As you may know, [Russian director Alexander] Sokurov cancelled his press conference with a day's notice,due to ever-worsening health problems, it's been said,so, in combination with the fact that his film Alexandra has been reasonably well-received (I'm seeing it tomorrow), we shouldn't discount him as a contender, the scale tipped, perhaps, by what they call the "sympathy vote."You gotta love Al Milgrom, who helped launch MN Film Arts more than 40 year ago (as the U Film Society), and is now one of the last remaining staff: His wee-hours post on Monday at the new Save the Oak Street blog was about as impolitic as PR gets.Before inviting fans of the financially troubled Oak Street Cinema to volunteer for MN Film Arts (which runs the repertory movie house, and screens documentaries at the Bell), Milgrom berated the audience ("Where were you guys this weekend?"), old colleagues ("[MN Film Arts is] a very unhappy moniker...MN Film Arts's essential 16mm rarity series at the Bryant-Lake Bowl, Search and Rescue, is also confirmed for February 8. (Last month featured a great little educational film on how phonograph records are made.) Anyway, Milgrom says the Oak Street will stay open at least through April's Minneapolis-St.Paul International Film Festival.For more backstory, here's some commentary on Jamie Hook's dubious 2005 tribute to Milgrom, a 2001 profile of Milgrom before the merger between U Film Society and Oak Street, which created Minnesota Film Arts, and more on Cowgill's 2004 departure after the merger.
Al Milgrom's new film, The Dinkytown Uprising, looks at a 1970 social protest and its reverberations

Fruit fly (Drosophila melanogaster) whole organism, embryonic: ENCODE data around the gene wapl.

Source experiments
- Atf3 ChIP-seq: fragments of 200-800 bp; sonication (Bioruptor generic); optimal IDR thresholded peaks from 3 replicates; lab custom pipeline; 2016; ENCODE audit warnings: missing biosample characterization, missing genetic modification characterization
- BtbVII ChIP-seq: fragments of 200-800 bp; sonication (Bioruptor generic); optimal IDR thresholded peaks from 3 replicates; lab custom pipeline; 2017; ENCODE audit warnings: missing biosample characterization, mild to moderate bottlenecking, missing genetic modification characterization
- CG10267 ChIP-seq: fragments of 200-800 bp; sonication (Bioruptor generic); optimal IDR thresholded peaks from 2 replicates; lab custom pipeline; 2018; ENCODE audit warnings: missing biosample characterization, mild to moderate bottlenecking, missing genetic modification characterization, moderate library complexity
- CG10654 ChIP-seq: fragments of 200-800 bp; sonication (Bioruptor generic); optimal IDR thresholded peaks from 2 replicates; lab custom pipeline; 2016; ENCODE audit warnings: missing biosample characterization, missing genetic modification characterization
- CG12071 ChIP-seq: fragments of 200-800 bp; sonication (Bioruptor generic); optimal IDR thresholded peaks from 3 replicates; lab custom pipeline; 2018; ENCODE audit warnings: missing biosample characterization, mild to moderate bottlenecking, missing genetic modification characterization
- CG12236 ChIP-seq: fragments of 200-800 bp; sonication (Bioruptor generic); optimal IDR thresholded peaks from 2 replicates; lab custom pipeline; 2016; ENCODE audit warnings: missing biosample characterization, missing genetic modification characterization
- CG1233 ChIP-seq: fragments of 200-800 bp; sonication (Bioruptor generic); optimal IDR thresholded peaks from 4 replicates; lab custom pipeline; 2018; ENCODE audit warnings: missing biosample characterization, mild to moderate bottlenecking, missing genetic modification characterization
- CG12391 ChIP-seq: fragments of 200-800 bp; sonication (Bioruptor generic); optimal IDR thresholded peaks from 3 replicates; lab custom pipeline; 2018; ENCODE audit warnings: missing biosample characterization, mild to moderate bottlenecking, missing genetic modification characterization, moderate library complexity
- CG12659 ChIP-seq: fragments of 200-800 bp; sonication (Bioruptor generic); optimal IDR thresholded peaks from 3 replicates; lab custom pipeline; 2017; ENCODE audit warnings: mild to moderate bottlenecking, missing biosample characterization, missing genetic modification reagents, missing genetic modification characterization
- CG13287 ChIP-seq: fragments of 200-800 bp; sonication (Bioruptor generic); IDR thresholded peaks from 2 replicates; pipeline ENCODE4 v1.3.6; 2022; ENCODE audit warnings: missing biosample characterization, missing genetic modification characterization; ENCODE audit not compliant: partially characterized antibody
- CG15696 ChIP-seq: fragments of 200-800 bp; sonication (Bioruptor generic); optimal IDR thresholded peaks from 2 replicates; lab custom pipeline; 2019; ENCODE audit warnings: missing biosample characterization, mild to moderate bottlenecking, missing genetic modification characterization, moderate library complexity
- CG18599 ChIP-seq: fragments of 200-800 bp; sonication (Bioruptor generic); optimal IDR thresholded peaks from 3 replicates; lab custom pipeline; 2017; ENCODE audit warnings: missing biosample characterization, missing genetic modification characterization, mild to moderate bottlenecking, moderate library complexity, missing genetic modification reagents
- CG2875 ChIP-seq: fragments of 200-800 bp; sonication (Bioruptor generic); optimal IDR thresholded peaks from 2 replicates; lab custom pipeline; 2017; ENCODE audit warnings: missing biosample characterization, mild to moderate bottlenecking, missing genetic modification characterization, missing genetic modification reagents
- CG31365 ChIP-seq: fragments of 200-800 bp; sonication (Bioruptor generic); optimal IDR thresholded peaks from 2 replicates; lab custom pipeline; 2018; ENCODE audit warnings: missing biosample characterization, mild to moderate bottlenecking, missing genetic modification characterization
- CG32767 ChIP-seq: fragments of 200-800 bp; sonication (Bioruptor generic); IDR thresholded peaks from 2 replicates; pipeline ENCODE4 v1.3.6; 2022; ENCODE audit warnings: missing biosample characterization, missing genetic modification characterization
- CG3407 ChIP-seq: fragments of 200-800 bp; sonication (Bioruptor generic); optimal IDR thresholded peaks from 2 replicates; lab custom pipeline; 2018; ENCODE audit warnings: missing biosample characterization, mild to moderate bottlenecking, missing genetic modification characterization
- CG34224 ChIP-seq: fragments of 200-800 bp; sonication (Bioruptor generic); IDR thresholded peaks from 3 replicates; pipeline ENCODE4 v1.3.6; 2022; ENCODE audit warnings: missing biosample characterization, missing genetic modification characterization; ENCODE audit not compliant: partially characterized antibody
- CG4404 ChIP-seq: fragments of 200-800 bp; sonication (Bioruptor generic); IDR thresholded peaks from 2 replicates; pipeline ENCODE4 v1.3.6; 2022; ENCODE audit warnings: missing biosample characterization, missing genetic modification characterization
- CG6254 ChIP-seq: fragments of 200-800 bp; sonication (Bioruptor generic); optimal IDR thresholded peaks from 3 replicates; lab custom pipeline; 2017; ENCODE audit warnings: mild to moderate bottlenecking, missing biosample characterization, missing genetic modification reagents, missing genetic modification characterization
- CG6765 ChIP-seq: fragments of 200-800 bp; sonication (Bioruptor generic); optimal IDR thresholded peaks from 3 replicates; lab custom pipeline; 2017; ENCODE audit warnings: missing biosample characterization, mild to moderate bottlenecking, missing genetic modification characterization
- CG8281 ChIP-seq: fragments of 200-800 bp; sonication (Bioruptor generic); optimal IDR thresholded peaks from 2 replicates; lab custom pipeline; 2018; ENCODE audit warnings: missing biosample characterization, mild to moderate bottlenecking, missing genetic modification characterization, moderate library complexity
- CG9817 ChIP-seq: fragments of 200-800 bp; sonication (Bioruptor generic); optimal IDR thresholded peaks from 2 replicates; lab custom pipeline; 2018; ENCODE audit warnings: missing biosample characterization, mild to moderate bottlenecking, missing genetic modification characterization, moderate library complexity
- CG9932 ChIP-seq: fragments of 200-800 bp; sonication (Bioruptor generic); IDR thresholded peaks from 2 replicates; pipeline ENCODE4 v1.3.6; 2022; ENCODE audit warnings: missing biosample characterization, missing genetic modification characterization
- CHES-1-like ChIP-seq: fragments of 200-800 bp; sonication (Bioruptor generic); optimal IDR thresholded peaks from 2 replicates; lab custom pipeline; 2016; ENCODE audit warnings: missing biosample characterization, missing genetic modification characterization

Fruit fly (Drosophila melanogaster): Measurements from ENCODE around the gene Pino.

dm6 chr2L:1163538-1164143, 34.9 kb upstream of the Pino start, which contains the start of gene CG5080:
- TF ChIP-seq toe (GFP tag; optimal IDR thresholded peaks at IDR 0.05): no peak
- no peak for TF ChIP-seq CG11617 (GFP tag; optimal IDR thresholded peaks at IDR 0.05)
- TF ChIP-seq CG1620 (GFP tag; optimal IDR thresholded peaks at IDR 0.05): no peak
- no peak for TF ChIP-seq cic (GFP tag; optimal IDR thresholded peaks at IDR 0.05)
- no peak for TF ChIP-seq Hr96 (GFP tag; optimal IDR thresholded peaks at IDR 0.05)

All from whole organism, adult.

A playful trailer for Al Milgrom's new film, The Dinkytown Uprising, begins with a dramatic trumpet fanfare from Mahler's Symphony No. 6 in A minor ("Tragische"). Al Milgrom: I've got some other things I want to get done. (Photo: Mordecai Specktor) Al Milgrom: I've got some other things I want to get done. (Photo: Mordecai Specktor) In 1970, Milgrom was a junior instructor in the university's humanities program. "I was teaching film history… I always wanted to get into film," he explained during an interview last week at the Jewish World offices. The original footage for The Dinkytown Uprising was shot on an Eclair 16mm movie camera. "I had it sitting on my basement shelf, until about 1990, and I thought, 'Well, gee, I better start doing something with this,'" said Milgrom, about the old Dinkytown footage, which features interviews with protest leaders and street-level scenes from the "uprising." More than 30 years after the actual events in Dinkytown, Milgrom started shaping his movie. "I started in 2003, I got a Jerome grant, which got me going," he recalled. Then the interview with the AJW veered into Milgrom's family history - his parents in the "Pale of Settlement," in Berditchev ("Rabbi Nachman country") and Ostropol, Ukraine, and the migration to Pine City, Minn. How did the family get to Pine City? "By Northern Pacific Railroad," Milgrom replied, and added, at some point, "It's the standard Midwest diaspora Jewish story." Milgrom said that he's "92 and a half." The film about the popular movement opposed to the construction of a Red Barn hamburger outlet in Dinkytown focuses on several rabble-rousers in 1970, and then interviews them more than 30 years later. The follow-up interviews took place between 2003 and 2014, according to Milgrom. In addition to The Dinkytown Uprising, Al Milgrom, who founded the University Film Society in 1962, directed Rediscovering John Berryman, which also will be shown at MSPIFF next month. The 27-minute documentary is about the life of the late renowned poet, who taught at the University of Minnesota. Milgrom was his teaching assistant for a time. The film - which features music by the band Okkervil River - had its premiere at the "John Berryman at 100" symposium, which took place last October at the U of M. "The newer generation… college kids rediscovered Berryman as sort of a cultural hero of the '60s… a tragic hero, in contradistinction to people like Dylan Thomas, Robert Lowell, even Sylvia Plath," remarked Milgrom. Berryman committed suicide by jumping off of the Washington Avenue Bridge, in 1972. "I've got some other things I want to get done," Milgrom commented toward the end of the interview. "I've shot a lot of film on Czech heritage; because I grew up with a lot of Czech kids in Pine City." Czech-American businessmen "helped my father during the Great Depression in a very good way," Milgrom explained. "I shot about 25 hours of a polka band in New Prague, the Eddie Shimota Band, and that's my next project." Finally, Milgrom just submitted a proposal to make a film about the Yiddish Vinkl, the group of Yiddish speakers that meets at the Sabes JCC in St. Louis Park.